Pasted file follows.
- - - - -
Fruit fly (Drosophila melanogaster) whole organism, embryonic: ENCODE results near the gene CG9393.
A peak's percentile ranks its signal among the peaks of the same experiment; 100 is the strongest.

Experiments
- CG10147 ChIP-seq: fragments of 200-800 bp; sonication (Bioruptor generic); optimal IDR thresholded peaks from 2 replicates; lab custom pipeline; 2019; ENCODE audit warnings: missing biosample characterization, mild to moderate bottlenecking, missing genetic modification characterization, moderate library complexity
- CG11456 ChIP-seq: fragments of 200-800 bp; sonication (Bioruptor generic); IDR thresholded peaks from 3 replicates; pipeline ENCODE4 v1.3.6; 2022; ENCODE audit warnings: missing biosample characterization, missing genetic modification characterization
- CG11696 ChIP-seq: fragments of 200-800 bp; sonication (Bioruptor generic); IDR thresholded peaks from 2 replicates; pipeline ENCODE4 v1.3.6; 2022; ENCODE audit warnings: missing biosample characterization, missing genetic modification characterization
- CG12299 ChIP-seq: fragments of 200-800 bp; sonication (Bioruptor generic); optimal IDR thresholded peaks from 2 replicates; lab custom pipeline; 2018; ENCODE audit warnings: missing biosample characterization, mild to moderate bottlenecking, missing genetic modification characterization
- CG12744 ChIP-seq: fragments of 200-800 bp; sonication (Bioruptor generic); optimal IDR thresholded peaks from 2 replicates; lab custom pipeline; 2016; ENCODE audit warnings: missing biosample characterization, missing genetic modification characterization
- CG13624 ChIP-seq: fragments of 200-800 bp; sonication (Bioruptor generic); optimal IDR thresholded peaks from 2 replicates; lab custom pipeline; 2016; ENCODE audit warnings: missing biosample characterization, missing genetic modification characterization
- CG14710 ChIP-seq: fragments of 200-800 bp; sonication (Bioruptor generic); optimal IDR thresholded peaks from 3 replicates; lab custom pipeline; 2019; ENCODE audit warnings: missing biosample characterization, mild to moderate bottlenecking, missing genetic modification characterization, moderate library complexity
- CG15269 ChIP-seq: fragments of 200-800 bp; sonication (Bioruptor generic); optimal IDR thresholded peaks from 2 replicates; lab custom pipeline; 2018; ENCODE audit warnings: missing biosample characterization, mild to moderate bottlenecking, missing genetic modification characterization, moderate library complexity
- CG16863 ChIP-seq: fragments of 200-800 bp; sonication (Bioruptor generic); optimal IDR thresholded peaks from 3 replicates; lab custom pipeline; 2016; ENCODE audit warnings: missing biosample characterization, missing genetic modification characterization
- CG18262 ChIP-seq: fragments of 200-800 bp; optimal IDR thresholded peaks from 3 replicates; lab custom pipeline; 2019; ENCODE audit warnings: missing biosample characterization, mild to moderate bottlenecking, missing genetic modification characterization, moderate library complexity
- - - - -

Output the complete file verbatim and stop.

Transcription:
Fruit fly (Drosophila melanogaster) whole organism, embryonic: ENCODE results near the gene CG9393.
A peak's percentile ranks its signal among the peaks of the same experiment; 100 is the strongest.

Experiments
- CG10147 ChIP-seq: fragments of 200-800 bp; sonication (Bioruptor generic); optimal IDR thresholded peaks from 2 replicates; lab custom pipeline; 2019; ENCODE audit warnings: missing biosample characterization, mild to moderate bottlenecking, missing genetic modification characterization, moderate library complexity
- CG11456 ChIP-seq: fragments of 200-800 bp; sonication (Bioruptor generic); IDR thresholded peaks from 3 replicates; pipeline ENCODE4 v1.3.6; 2022; ENCODE audit warnings: missing biosample characterization, missing genetic modification characterization
- CG11696 ChIP-seq: fragments of 200-800 bp; sonication (Bioruptor generic); IDR thresholded peaks from 2 replicates; pipeline ENCODE4 v1.3.6; 2022; ENCODE audit warnings: missing biosample characterization, missing genetic modification characterization
- CG12299 ChIP-seq: fragments of 200-800 bp; sonication (Bioruptor generic); optimal IDR thresholded peaks from 2 replicates; lab custom pipeline; 2018; ENCODE audit warnings: missing biosample characterization, mild to moderate bottlenecking, missing genetic modification characterization
- CG12744 ChIP-seq: fragments of 200-800 bp; sonication (Bioruptor generic); optimal IDR thresholded peaks from 2 replicates; lab custom pipeline; 2016; ENCODE audit warnings: missing biosample characterization, missing genetic modification characterization
- CG13624 ChIP-seq: fragments of 200-800 bp; sonication (Bioruptor generic); optimal IDR thresholded peaks from 2 replicates; lab custom pipeline; 2016; ENCODE audit warnings: missing biosample characterization, missing genetic modification characterization
- CG14710 ChIP-seq: fragments of 200-800 bp; sonication (Bioruptor generic); optimal IDR thresholded peaks from 3 replicates; lab custom pipeline; 2019; ENCODE audit warnings: missing biosample characterization, mild to moderate bottlenecking, missing genetic modification characterization, moderate library complexity
- CG15269 ChIP-seq: fragments of 200-800 bp; sonication (Bioruptor generic); optimal IDR thresholded peaks from 2 replicates; lab custom pipeline; 2018; ENCODE audit warnings: missing biosample characterization, mild to moderate bottlenecking, missing genetic modification characterization, moderate library complexity
- CG16863 ChIP-seq: fragments of 200-800 bp; sonication (Bioruptor generic); optimal IDR thresholded peaks from 3 replicates; lab custom pipeline; 2016; ENCODE audit warnings: missing biosample characterization, missing genetic modification characterization
- CG18262 ChIP-seq: fragments of 200-800 bp; optimal IDR thresholded peaks from 3 replicates; lab custom pipeline; 2019; ENCODE audit warnings: missing biosample characterization, mild to moderate bottlenecking, missing genetic modification characterization, moderate library complexity